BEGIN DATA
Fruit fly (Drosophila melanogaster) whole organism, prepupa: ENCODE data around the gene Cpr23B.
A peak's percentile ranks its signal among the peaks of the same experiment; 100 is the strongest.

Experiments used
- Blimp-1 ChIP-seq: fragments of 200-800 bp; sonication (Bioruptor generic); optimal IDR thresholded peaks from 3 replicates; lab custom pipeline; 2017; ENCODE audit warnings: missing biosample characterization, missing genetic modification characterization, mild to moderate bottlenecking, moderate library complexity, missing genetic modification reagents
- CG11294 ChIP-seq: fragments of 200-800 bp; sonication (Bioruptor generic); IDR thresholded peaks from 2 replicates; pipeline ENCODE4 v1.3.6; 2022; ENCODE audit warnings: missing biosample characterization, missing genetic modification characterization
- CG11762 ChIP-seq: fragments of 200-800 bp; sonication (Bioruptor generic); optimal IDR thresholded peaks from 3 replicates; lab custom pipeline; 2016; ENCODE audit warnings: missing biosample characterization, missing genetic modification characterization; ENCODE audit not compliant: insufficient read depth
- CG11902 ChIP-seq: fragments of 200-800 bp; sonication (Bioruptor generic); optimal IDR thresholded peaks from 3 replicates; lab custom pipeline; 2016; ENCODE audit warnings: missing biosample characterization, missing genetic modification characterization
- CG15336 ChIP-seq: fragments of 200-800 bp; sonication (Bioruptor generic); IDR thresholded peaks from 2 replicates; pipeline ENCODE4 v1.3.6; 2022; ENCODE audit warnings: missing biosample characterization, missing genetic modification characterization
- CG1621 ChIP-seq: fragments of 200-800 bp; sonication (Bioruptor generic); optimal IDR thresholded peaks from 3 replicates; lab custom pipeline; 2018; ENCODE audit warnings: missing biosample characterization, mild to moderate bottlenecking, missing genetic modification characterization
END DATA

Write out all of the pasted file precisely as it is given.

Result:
Fruit fly (Drosophila melanogaster) whole organism, prepupa: ENCODE data around the gene Cpr23B.
A peak's percentile ranks its signal among the peaks of the same experiment; 100 is the strongest.

Experiments used
- Blimp-1 ChIP-seq: fragments of 200-800 bp; sonication (Bioruptor generic); optimal IDR thresholded peaks from 3 replicates; lab custom pipeline; 2017; ENCODE audit warnings: missing biosample characterization, missing genetic modification characterization, mild to moderate bottlenecking, moderate library complexity, missing genetic modification reagents
- CG11294 ChIP-seq: fragments of 200-800 bp; sonication (Bioruptor generic); IDR thresholded peaks from 2 replicates; pipeline ENCODE4 v1.3.6; 2022; ENCODE audit warnings: missing biosample characterization, missing genetic modification characterization
- CG11762 ChIP-seq: fragments of 200-800 bp; sonication (Bioruptor generic); optimal IDR thresholded peaks from 3 replicates; lab custom pipeline; 2016; ENCODE audit warnings: missing biosample characterization, missing genetic modification characterization; ENCODE audit not compliant: insufficient read depth
- CG11902 ChIP-seq: fragments of 200-800 bp; sonication (Bioruptor generic); optimal IDR thresholded peaks from 3 replicates; lab custom pipeline; 2016; ENCODE audit warnings: missing biosample characterization, missing genetic modification characterization
- CG15336 ChIP-seq: fragments of 200-800 bp; sonication (Bioruptor generic); IDR thresholded peaks from 2 replicates; pipeline ENCODE4 v1.3.6; 2022; ENCODE audit warnings: missing biosample characterization, missing genetic modification characterization
- CG1621 ChIP-seq: fragments of 200-800 bp; sonication (Bioruptor generic); optimal IDR thresholded peaks from 3 replicates; lab custom pipeline; 2018; ENCODE audit warnings: missing biosample characterization, mild to moderate bottlenecking, missing genetic modification characterization